Life Outside of Work: Striking the Perfect Balance
While hospitality careers are popular for the many personal and professional rewards they offer, it is possible for employees to become overwhelmed by the demands of working in such a fast-paced, hectic environment. Thankfully, you can excel in your hospitality job while avoiding burnout caused by long hours, stress and a demanding position!
Are You Cut Out for a Hospitality Job?
Front line hospitality jobs (those dealing directly with the public) are best suited to people who love working with people. The social interaction and active lifestyle that come with these positions are great for outgoing, extroverted employees. However, there is no time for a bad day when you work with the public. You must arrive to work each day in a good mood, polished and ready to handle whatever your job and customers will throw at you!
Back of house employees, meanwhile, are those who support the restaurant, hotel or cruise ship operations in cooking, cleaning, financial and other positions. These employees usually choose the hospitality industry because the job opportunities are endless, with abundant promotions and training opportunities.
Hospitality Industry Offers Unique Rewards and Challenges
The nature of the hospitality business is such that 9-5, Monday to Friday shifts are rare. Hospitality jobs usually involve various hours and shifts on weekends, holidays and evenings. Most restaurants and hotels experience a “peak” and “down” time cycle, when hours of work change according to the amount of work that is available. Hospitality employees need to be flexible and able to adapt to the constantly changing environment.
Amanda Manke, server at the trendy Toronto Japanese restaurant and Bar Ki, has enjoyed the rewards of her hospitality career since she first began serving in 1998. “When I first started out in the hospitality industry, I didn’t know how much money I could make. In the beginning, it wasn’t about the money,” she says. “I started serving because I enjoy a job that is completely different each day and it’s great to have interaction with new individuals. But I’ve stayed because the money is great if you are good at it!”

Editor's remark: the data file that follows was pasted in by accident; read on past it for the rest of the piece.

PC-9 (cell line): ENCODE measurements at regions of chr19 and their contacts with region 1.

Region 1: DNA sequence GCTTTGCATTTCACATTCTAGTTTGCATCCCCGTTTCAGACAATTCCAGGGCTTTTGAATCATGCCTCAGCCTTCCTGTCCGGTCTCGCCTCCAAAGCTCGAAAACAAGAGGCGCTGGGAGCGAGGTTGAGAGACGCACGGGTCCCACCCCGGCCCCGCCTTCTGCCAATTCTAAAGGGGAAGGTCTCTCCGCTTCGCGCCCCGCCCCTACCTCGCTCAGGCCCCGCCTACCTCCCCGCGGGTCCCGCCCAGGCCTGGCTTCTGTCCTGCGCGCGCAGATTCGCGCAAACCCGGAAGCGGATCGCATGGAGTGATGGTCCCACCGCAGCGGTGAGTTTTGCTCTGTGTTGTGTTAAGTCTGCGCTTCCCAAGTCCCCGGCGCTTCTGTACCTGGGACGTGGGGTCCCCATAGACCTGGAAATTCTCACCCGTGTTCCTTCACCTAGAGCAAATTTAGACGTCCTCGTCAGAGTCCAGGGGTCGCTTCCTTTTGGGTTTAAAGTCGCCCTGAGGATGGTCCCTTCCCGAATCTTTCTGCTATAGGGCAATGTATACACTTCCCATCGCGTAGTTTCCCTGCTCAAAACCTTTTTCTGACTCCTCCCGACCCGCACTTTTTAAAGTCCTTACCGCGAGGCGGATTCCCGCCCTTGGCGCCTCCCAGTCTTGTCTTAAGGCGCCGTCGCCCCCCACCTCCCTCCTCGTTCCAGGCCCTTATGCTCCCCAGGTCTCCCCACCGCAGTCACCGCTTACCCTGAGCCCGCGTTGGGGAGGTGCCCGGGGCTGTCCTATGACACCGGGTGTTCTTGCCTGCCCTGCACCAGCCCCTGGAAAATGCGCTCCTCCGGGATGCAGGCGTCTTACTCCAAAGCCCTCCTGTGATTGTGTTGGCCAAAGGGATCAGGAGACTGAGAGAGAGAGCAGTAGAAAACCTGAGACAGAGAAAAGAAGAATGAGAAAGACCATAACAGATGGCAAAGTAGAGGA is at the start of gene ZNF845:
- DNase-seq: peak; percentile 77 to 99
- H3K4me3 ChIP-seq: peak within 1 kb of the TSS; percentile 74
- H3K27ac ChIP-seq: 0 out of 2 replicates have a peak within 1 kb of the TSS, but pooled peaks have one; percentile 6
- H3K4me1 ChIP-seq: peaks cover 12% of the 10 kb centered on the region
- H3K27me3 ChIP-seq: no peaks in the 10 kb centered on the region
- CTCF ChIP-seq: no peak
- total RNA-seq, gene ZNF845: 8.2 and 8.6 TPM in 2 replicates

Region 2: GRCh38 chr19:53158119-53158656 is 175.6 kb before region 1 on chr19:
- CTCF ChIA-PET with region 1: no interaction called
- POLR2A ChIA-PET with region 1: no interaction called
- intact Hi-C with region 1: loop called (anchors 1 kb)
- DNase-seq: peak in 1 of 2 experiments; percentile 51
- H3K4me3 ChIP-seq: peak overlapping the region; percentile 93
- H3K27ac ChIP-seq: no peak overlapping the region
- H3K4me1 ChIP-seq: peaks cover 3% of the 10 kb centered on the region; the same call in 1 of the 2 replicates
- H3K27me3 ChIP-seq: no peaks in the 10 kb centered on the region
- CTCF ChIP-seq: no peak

Manke has since worked in nine different dining establishments in city and resort settings. She credits her success in hospitality to her passion for her work and outgoing personality. Manke used her hospitality career as a stepping stone to help her financially through college and understands the importance of balancing work with the obligations of her personal life. Her advice for new hospitality employees:
- Plan your day and learn to prioritize in your work and personal lives.
- Take time to do the things you enjoy in your personal life. Remember, the business won’t collapse if you take a few days off!
- Do what you love and love what you do! Be happy in your hospitality job, or find one that better suits your talents.
- Take advantage of training opportunities offered by employers. Learning the skills required to excel at your job reduces the stress involved in your daily routine.
Professionalism--Multi-Tasking Key to Successful Work/Personal Relationships
Hospitality employees must be able to handle several tasks at once to accomplish all of their duties within their shift. Multitasking is an important skill to master and requires a good memory and the ability to prioritize. Remember that you are only human and will make mistakes – and the restaurant or hotel won’t fall down around you! Recognize your strengths and work on overcoming your weaknesses.
Whether you work with the public or behind the scenes, it is important to keep your job in perspective – especially in environments such as resorts, where you may be living and working with the same people each day. Forming relationships with coworkers and loyal customers is a natural part of the job, but it is important to maintain a professional attitude, keeping work and home life separate.
Dedicating every second of the day to your work can be as detrimental to your performance as not trying hard enough. Leave work at work and set aside time at home at the end of each day to do something you truly enjoy doing.